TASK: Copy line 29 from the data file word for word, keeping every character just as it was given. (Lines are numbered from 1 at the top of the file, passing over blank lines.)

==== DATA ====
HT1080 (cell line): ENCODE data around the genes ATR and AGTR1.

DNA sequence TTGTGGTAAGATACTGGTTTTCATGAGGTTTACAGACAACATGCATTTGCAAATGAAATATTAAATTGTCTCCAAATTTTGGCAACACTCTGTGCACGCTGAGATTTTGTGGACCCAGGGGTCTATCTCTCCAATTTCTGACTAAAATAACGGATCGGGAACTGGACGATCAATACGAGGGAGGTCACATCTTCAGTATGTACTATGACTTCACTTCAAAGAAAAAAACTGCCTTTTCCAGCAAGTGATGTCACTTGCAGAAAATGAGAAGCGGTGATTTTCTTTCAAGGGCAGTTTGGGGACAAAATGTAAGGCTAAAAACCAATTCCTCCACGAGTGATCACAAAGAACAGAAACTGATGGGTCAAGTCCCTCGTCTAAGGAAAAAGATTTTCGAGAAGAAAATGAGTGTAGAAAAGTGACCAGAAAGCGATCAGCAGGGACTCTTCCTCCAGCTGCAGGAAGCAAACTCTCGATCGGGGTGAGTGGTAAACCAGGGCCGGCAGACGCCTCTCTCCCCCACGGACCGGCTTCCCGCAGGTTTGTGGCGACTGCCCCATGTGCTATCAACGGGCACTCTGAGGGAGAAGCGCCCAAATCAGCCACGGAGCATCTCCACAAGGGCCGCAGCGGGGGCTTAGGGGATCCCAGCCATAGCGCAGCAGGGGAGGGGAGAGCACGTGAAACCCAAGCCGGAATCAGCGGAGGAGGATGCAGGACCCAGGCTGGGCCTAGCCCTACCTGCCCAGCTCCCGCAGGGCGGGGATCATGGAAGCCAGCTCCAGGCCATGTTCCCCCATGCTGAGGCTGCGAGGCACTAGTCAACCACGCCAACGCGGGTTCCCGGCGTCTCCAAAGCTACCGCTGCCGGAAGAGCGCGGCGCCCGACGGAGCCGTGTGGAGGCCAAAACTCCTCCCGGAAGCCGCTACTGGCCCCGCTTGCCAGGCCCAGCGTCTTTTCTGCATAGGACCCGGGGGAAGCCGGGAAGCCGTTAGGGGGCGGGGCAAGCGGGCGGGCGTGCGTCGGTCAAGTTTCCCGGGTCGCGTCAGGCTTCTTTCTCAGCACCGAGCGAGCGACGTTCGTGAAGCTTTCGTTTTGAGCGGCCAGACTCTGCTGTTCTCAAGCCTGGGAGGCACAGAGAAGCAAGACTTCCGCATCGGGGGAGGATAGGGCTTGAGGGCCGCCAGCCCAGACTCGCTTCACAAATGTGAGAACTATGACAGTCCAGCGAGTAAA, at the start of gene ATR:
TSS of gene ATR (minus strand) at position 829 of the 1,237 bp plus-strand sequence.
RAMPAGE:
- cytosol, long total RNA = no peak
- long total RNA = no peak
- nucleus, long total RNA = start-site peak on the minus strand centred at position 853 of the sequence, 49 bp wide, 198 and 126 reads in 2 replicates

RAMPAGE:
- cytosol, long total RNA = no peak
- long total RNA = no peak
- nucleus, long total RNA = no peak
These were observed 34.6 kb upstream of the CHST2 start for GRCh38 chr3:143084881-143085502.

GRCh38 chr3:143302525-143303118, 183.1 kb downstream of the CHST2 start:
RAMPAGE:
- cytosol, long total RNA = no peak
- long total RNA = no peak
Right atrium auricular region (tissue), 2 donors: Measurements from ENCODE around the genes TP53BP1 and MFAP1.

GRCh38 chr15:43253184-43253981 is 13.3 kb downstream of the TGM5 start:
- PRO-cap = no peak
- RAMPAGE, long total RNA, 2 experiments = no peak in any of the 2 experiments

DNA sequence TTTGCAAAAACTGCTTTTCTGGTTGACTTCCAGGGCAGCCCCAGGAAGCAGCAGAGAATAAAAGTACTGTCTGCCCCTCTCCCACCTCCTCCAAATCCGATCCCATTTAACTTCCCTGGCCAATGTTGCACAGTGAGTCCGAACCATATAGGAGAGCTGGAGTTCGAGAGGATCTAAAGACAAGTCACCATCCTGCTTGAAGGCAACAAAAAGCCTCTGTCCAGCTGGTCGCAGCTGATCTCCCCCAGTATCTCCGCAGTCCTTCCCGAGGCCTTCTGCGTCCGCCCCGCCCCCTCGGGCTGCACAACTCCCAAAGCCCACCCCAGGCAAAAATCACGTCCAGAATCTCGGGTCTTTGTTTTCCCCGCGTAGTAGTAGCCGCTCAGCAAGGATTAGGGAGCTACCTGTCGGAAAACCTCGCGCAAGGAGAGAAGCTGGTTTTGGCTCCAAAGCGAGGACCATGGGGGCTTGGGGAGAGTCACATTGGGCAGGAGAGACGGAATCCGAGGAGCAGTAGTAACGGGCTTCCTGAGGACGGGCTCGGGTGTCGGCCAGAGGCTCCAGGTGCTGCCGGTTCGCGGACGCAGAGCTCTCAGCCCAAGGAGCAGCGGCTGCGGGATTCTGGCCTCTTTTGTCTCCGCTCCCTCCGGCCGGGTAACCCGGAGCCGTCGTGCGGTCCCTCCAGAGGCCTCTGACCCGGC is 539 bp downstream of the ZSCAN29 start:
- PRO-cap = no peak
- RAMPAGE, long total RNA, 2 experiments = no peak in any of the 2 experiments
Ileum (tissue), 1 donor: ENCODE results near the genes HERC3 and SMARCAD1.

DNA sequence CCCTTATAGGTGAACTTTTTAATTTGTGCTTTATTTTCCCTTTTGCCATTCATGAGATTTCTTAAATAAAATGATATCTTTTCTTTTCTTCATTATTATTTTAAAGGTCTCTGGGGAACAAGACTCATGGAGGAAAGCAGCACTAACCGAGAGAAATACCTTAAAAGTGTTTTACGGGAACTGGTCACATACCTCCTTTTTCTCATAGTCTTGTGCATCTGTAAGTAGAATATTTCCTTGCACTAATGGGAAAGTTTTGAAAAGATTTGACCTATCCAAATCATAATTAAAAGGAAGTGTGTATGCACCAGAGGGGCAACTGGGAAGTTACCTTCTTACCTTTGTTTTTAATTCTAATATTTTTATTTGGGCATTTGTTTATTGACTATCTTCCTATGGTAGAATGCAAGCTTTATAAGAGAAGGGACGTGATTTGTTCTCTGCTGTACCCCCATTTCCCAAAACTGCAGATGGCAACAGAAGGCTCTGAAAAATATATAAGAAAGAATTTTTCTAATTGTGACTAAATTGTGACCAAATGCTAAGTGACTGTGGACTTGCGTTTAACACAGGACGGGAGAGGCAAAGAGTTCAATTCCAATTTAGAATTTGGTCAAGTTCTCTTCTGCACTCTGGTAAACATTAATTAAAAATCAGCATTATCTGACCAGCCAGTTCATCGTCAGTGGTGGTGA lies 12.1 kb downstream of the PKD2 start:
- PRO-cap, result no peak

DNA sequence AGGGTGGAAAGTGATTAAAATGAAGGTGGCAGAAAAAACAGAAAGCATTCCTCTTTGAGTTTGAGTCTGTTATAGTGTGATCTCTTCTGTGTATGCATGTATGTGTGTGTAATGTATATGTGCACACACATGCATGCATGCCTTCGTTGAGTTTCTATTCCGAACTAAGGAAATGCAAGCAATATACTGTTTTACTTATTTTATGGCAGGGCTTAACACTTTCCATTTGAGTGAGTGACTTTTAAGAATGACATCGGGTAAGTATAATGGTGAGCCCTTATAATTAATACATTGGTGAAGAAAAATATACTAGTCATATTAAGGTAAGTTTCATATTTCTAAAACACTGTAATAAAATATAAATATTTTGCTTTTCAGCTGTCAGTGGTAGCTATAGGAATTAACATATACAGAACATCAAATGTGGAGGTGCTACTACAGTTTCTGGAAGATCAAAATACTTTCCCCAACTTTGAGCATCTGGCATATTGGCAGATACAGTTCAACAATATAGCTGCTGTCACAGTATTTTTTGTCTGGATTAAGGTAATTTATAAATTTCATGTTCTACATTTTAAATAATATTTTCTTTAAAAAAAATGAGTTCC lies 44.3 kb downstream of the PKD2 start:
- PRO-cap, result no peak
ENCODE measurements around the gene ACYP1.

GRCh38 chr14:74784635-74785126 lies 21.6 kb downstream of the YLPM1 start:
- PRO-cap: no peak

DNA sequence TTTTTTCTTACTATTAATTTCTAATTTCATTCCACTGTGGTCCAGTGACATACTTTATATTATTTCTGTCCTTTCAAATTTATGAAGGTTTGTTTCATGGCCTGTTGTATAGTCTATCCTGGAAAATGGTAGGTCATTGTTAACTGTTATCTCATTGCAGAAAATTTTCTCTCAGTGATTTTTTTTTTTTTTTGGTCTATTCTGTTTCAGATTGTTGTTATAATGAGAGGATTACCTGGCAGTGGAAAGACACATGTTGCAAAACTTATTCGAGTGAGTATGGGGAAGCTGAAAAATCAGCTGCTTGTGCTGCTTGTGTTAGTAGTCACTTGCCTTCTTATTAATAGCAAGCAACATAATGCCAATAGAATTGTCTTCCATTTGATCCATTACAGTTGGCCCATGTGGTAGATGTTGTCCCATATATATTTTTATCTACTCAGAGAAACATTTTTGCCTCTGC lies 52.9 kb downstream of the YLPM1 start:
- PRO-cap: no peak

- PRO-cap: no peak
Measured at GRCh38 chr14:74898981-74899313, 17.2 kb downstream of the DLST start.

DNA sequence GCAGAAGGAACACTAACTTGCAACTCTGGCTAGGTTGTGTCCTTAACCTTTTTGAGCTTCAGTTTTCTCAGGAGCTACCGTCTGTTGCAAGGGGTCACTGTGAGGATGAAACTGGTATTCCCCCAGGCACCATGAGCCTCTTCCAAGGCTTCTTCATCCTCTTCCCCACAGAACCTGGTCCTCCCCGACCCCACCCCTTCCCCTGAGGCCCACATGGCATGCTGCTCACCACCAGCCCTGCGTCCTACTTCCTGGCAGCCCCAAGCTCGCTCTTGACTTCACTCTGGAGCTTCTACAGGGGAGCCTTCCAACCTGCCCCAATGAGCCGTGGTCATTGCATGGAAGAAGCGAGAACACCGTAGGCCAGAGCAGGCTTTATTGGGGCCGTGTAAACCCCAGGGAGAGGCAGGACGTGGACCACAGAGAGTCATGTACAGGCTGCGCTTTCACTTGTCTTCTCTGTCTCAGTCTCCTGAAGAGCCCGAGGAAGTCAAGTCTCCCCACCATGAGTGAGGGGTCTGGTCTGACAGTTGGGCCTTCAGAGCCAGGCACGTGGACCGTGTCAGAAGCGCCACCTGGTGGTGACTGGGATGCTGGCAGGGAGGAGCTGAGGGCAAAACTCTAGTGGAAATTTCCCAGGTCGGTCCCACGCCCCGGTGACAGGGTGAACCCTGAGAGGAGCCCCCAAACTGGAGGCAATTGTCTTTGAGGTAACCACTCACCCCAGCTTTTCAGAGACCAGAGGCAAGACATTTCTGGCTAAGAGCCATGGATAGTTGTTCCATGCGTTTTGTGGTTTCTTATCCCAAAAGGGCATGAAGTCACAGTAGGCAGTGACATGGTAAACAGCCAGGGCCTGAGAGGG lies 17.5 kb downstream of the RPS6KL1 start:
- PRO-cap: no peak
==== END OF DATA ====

ENCODE measurements around the gene ACYP1.